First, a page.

American News

The new United States Tyndale Office address is:

Tyndale Society, 
Woods Corner, 
1920 Centerville Turnpike, no 117 
Box no 154,
Virginia Beach, 
VA 23464,

Introducing Amanda Gale

Please welcome Amanda Gale, who is now doing some work on behalf of the Society in North America.

Amanda is a graduate of Pennsylvania State University and is currently a doctoral student in psychology. She plans to specialize in neuropsychology with an emphasis in Alzheimer's and related diseases. Amanda works hard in and out of academic settings, one result of which is her advanced standing as a martial arts student of Japanese Isshinryu Karate. In addition, she finds time for volunteering with animal welfare organizations such as PETA and HSUS. An avid runner, she is training for a marathon in March 2002. During breaks in her academic schedule, she enjoys travelling in Canada and Europe. As seems the case with so many Tyndalians, Amanda brings a variety of interests with her — and certainly Tyndale is one of them!

Barry Ryan, Vice-Chairman Tyndale Society, November 2001

Bible Exhibitions in America


We did the exhibit in Brantley, Alabama at the Machis Lower Creek Indian Tribe of Alabama's Annual Pow Wow over the weekend of 31 August and 1 September. It was very well received! In addition to the Tyndale exhibit, I displayed early American Bibles including a Creek Indian Bible, the Martin Luther German Bible printed by Christopher Saur in 1776 (3rd printing of the first foreign language Bible in American) and many more.

I have been asked to be a part of a major event in Troy, Alabama at the historic Pioneer Village (living history). The leadership of the village was very taken by the exhibit. No time is set as yet. I will let you know as details unfold.

I was sorry to have missed the Geneva Tyndale Conference but we had our own event here in the United States that weekend. On Saturday 27 October at Paxton, Florida we did our third exhibit for their Heritage Festival. It went really well.

The week before, on Saturday 20 October, the Northwest Florida Daily News, a newspaper covering much of the Florida panhandle, ran a cover story on the exhibition entitled Bible's Heritage (see extract printed below). This undoubtedly stimulated people's interest. During the exhibition itself there was extensive newspaper, television and radio coverage. As a result of this publicity a TV interview was taped on 30 October on the history of our Bible and how we got our Scriptures — 60 minutes of taping to be aired in two parts.

It has been really interesting to have people inform me how these exhibits have impacted their lives and how it has changed the way they study and read the Bible.

My very best wishes and prayers for you and your endeavors!

Joe Johnson, Autumn 2001

Extract from Bible's Heritage — an article by Peggy May, Northwest Florida Daily News, October 20, 2001

Bible buffs and neophytes alike should find something to interest them in the extensive rare Bible exhibit at the Paxton Heritage Festival. ... This is the third year that Dr Joe Johnson, a Paxton chiropractor and Bible scholar, has produced an exhibit of historic Bibles.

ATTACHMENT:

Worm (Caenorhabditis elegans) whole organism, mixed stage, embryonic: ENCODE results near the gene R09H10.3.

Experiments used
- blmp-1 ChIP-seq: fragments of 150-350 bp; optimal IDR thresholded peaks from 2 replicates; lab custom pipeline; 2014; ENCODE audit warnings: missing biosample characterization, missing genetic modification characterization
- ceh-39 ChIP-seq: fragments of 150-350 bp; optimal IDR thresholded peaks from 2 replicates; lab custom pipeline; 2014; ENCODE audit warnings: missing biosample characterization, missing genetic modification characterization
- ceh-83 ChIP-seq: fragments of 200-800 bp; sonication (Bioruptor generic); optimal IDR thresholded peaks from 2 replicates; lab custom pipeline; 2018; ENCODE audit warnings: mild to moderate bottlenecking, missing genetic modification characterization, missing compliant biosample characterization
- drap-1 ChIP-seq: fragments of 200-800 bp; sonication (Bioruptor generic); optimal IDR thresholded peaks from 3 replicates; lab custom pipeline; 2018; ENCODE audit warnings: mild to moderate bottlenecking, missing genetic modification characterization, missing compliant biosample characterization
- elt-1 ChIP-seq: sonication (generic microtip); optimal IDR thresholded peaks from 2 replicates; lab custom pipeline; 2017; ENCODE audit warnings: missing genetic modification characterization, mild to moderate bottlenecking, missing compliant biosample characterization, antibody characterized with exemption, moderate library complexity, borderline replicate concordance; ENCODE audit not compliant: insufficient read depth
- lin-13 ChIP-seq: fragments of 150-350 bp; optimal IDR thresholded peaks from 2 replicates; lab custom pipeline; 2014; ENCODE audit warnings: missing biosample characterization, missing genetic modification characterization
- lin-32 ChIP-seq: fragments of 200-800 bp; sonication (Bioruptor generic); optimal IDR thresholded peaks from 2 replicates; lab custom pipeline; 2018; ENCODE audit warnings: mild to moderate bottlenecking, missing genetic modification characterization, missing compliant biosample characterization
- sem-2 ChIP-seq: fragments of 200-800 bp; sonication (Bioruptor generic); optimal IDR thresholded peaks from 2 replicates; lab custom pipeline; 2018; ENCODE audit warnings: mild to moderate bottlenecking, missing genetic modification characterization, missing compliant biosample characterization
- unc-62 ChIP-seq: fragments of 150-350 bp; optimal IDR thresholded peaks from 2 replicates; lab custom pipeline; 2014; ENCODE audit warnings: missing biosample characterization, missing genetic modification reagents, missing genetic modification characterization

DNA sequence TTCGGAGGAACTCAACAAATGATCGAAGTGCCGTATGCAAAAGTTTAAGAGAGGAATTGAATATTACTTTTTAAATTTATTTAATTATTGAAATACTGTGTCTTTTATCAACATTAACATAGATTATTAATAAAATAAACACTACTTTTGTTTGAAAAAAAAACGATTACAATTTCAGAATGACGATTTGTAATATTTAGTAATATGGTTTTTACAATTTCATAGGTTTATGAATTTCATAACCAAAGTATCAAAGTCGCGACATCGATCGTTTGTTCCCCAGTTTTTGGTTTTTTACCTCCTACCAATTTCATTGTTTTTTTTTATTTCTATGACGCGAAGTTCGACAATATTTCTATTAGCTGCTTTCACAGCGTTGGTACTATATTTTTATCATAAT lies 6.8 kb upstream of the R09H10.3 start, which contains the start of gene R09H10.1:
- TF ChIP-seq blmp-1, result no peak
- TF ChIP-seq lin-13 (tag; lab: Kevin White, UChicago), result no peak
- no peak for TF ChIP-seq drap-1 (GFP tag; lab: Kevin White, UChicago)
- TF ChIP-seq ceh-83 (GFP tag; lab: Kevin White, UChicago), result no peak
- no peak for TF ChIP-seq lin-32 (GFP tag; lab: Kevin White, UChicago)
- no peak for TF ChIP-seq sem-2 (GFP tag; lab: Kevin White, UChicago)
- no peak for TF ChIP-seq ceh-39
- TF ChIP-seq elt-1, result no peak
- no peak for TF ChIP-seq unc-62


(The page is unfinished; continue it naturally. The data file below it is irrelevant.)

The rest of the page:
Among this year's offerings will be George Washington's 1796 French Bible in its original binding. ... A 1560 Geneva Bible will also be on display. It was the most popular Bible for more than a 100 years and was the Bible used by the Puritans and the Pilgrims and the first brought over to the New World.

A 1776 Martin Luther German Bible is the third printing of the second Bible printed in America. ... The pages from some of these Bibles were reportedly used for gun wadding for muskets, so it is also called 'The Bible of the Revolution' or the 'Gun Wadding Bible'. Reportedly, only 10 copies exist today, and the copy on view in Paxton is believed to be one of these. Also on view will be a 1220 Hebrew Torah Scroll, written in Hebrew on calfskin, and open to Genesis and the story of Joseph. Many other Bibles will be on view, including a display featuring the life of William Tyndale ... and the making of the English Bible. An exhibit highlight will be a presentation of the American Bible collection of the top collector of American imprints, Michael Zinman. 'Never before has the history of the American Bible been so shown', Johnson said of the Zinman collection which includes Bibles in languages of native American, Bibles in English from the 18th and 19th centuries and Bibles in other languages. Johnson continued 'Leaves from some of Zinman's Bibles are comparable to fine art prints and they represent a significant aspect of the American heritage: the role of scripture in our religious, social, intellectual and political life. Possessing a Bible was considered a necessity of home life on the American frontier and the family Bible became an heirloom. Before the Revolutionary War, the Bible could not be printed in America, that exclusive right being closely guarded by English printers, but no such restriction was placed by the British crown on Bibles in languages other than English.'

The 38 Bible leaves in the collection have been carefully removed from incomplete Bibles by skilled conservators and archivally mounted, allowing them to be studied individually.

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